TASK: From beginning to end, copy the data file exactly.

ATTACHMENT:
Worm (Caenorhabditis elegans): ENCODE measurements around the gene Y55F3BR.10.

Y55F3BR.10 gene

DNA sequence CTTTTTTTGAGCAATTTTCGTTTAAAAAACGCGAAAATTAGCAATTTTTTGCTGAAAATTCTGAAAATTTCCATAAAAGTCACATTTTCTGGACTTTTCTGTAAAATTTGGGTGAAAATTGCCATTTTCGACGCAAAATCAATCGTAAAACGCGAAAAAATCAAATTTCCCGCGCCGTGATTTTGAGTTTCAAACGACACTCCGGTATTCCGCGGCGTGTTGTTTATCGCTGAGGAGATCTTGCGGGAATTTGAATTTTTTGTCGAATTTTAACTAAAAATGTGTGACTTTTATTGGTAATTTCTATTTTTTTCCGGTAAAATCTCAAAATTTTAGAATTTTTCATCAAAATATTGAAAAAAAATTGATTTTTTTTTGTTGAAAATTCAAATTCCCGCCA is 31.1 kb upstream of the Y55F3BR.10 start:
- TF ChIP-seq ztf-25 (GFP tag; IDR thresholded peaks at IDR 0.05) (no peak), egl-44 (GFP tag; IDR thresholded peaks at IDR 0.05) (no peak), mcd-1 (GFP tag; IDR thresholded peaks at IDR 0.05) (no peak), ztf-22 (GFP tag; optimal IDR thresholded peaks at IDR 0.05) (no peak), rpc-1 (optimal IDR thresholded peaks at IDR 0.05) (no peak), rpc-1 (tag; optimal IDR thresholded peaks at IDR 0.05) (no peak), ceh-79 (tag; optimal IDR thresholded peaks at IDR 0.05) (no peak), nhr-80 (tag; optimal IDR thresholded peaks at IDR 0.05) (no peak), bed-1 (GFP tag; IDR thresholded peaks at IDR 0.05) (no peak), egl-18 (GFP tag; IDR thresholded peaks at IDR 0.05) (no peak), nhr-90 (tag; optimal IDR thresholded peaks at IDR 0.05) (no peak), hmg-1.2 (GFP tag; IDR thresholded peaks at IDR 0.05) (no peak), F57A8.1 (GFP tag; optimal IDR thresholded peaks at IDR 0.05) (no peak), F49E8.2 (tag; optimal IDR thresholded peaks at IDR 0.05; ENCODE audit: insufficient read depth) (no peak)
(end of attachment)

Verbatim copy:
Worm (Caenorhabditis elegans): ENCODE measurements around the gene Y55F3BR.10.

Y55F3BR.10 gene

DNA sequence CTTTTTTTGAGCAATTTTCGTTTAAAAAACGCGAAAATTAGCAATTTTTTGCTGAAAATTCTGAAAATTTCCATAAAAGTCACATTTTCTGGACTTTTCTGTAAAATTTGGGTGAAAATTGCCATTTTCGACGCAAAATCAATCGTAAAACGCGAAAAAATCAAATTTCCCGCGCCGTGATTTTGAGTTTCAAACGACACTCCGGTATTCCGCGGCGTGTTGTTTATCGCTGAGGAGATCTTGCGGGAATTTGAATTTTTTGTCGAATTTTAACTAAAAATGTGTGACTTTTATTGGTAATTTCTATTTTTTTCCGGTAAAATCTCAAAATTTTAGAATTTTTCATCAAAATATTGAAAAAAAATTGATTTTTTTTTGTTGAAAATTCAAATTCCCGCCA is 31.1 kb upstream of the Y55F3BR.10 start:
- TF ChIP-seq ztf-25 (GFP tag; IDR thresholded peaks at IDR 0.05) (no peak), egl-44 (GFP tag; IDR thresholded peaks at IDR 0.05) (no peak), mcd-1 (GFP tag; IDR thresholded peaks at IDR 0.05) (no peak), ztf-22 (GFP tag; optimal IDR thresholded peaks at IDR 0.05) (no peak), rpc-1 (optimal IDR thresholded peaks at IDR 0.05) (no peak), rpc-1 (tag; optimal IDR thresholded peaks at IDR 0.05) (no peak), ceh-79 (tag; optimal IDR thresholded peaks at IDR 0.05) (no peak), nhr-80 (tag; optimal IDR thresholded peaks at IDR 0.05) (no peak), bed-1 (GFP tag; IDR thresholded peaks at IDR 0.05) (no peak), egl-18 (GFP tag; IDR thresholded peaks at IDR 0.05) (no peak), nhr-90 (tag; optimal IDR thresholded peaks at IDR 0.05) (no peak), hmg-1.2 (GFP tag; IDR thresholded peaks at IDR 0.05) (no peak), F57A8.1 (GFP tag; optimal IDR thresholded peaks at IDR 0.05) (no peak), F49E8.2 (tag; optimal IDR thresholded peaks at IDR 0.05; ENCODE audit: insufficient read depth) (no peak)